Yesterday I met cousin Melrose down at the Dallas County Museum on Main Street in Fordyce. We planned to discuss our upcoming presentation in August at the Clark County Historical Society meeting in Arkadelphia on our book, My Own Precious One. First, though, we went over ideas we had for the Smithsonian traveling exhibit the museum will host beginning in April 2017, Hometown Teams: How Sports Shape America. I wanted to go to the Sports Museum, across the street and at the end of the block, so we stepped out into the 90+ heat to walk over to it.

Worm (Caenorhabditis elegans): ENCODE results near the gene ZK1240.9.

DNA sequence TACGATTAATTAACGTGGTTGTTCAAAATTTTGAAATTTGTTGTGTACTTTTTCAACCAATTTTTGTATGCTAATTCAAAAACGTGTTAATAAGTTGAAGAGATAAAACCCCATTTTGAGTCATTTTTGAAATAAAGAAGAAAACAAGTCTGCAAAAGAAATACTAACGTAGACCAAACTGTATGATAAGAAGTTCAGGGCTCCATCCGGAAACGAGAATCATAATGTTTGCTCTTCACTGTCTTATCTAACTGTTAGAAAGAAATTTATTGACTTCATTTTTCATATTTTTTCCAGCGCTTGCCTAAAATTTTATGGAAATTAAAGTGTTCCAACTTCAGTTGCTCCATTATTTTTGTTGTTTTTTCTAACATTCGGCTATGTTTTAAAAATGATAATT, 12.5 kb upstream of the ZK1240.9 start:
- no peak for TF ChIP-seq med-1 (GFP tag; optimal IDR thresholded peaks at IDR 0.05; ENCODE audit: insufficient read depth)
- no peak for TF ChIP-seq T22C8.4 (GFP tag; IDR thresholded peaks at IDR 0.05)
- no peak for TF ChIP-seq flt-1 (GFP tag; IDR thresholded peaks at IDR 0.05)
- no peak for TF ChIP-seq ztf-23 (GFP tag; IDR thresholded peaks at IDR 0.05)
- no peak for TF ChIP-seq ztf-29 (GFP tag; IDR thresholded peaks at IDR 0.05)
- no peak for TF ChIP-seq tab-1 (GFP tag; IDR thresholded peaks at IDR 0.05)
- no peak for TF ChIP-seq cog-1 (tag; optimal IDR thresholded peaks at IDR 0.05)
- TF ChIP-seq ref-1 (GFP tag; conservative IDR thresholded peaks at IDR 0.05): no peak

The Sports Museum is in a beautiful old building, formerly known as the People’s Store, a longtime fixture in downtown Fordyce. The original hardwood floors and soaring ceilings lend a stepping-back-in-time feeling, perfect for showcasing history. Melrose pointed out how the brick on the back wall was again chipping onto the staircase, and I texted photos of the wall from the outside and the inside to my brother, who works at an architectural firm in Little Rock and has experience dealing with these type problems. While we waited for his reply on how to address the issue, Melrose showed me the empty lot next door where a building once stood. The brick front facade was all that remained, but even that had fallen over during a storm earlier in the year. That space has so much potential, and we stood there, envisioning children playing games or watching demonstrations, or museum parties that would tie into the theme of the exhibit. We finally had enough of the heat and started walking back to the museum.